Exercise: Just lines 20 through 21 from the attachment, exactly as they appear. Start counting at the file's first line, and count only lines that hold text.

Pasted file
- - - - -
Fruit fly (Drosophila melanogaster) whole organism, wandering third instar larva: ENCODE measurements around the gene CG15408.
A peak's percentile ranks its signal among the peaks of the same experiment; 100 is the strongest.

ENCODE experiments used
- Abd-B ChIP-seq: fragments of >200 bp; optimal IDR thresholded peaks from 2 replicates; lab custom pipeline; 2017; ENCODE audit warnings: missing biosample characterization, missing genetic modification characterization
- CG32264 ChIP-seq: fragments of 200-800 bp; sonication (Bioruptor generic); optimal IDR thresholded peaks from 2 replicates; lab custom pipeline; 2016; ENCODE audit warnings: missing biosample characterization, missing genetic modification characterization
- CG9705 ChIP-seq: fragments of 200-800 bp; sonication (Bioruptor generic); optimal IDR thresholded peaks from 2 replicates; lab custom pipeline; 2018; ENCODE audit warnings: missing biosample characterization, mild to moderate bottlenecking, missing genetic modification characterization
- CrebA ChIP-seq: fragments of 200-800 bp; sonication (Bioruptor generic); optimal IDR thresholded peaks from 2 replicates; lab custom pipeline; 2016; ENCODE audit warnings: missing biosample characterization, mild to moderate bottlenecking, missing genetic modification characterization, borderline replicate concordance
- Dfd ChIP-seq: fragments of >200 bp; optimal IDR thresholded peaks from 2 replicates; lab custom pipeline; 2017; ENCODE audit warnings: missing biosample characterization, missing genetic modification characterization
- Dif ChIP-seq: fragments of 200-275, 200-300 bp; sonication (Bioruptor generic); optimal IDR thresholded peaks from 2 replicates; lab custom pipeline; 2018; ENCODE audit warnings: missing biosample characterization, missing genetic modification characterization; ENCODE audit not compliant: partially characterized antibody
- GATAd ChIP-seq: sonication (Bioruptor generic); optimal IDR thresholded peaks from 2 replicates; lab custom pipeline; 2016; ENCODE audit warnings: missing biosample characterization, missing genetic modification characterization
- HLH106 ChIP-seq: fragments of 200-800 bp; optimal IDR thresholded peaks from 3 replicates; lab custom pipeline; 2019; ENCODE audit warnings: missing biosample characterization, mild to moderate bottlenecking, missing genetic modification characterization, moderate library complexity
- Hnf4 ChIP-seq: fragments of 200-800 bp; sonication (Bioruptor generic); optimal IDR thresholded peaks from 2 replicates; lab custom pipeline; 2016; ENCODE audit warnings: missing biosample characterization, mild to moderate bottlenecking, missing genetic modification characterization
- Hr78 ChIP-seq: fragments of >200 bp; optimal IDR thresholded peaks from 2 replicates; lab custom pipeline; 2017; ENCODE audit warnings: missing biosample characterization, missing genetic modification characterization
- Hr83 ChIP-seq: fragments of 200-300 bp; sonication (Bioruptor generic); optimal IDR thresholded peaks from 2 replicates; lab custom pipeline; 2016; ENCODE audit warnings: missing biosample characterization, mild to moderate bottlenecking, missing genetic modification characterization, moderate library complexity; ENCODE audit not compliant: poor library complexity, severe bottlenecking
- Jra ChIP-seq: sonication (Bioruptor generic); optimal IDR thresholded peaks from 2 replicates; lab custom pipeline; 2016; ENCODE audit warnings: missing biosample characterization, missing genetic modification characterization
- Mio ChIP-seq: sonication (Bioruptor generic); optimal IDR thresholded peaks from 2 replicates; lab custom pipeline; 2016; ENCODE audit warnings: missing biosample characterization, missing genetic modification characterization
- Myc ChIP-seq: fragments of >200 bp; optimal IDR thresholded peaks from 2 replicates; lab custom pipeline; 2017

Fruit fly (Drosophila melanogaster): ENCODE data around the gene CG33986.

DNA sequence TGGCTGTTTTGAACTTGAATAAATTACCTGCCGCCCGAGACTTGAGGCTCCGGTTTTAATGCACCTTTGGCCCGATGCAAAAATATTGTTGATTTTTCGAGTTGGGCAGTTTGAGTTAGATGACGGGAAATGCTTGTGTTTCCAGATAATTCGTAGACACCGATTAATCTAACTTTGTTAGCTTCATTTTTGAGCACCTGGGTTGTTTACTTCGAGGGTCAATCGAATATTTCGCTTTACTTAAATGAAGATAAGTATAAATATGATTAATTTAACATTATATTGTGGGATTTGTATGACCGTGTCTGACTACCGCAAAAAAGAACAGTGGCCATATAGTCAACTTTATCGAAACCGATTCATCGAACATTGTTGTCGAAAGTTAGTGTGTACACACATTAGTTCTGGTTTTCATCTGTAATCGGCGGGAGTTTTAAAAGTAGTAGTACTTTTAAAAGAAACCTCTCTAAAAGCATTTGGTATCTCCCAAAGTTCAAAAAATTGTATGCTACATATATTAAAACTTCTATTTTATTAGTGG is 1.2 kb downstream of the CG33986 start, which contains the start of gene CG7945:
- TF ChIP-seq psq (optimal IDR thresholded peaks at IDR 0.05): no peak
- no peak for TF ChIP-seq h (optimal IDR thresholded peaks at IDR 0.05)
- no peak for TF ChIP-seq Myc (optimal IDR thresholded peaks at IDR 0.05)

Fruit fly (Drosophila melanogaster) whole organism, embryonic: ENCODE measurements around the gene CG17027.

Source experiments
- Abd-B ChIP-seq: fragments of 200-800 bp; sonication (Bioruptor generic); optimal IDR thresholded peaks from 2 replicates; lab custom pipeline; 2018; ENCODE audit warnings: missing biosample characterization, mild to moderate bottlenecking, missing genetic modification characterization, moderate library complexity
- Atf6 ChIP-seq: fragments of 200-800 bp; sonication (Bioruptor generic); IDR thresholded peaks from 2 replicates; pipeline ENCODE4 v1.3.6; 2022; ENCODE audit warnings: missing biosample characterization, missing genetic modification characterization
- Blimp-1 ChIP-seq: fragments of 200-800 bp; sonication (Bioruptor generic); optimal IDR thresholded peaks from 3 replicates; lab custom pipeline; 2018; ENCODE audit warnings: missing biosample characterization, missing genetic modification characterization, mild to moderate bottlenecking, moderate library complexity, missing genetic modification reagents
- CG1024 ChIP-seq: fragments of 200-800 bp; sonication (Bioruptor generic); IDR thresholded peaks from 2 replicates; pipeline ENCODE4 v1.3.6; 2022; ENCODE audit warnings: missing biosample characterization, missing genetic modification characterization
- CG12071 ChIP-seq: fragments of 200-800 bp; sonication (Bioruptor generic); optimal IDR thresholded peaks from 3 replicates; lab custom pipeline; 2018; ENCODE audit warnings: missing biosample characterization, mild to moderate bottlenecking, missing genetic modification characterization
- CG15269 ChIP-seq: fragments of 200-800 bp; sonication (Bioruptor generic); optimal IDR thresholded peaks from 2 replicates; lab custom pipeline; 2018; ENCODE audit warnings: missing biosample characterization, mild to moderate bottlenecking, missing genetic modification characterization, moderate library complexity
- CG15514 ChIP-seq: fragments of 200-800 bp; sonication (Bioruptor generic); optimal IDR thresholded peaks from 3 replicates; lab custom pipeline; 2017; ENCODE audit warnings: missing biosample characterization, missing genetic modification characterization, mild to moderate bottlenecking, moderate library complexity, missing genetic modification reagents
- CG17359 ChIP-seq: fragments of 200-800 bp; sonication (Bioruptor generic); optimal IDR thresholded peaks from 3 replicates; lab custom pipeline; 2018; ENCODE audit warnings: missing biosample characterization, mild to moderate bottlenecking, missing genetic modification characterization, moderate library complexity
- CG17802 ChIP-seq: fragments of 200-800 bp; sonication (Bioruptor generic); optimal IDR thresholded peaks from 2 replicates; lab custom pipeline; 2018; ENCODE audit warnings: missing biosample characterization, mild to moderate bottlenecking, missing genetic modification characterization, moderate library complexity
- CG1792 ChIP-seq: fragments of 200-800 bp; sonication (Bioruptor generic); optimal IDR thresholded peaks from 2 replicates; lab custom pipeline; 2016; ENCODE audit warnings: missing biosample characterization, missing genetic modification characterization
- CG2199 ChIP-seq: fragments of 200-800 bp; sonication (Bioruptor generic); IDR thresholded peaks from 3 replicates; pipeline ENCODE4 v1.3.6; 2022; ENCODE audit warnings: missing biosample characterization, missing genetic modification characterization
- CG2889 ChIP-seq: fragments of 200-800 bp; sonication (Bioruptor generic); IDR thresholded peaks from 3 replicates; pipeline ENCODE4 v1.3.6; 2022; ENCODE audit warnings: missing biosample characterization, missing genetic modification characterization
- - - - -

- TF ChIP-seq psq (optimal IDR thresholded peaks at IDR 0.05): no peak
- no peak for TF ChIP-seq h (optimal IDR thresholded peaks at IDR 0.05)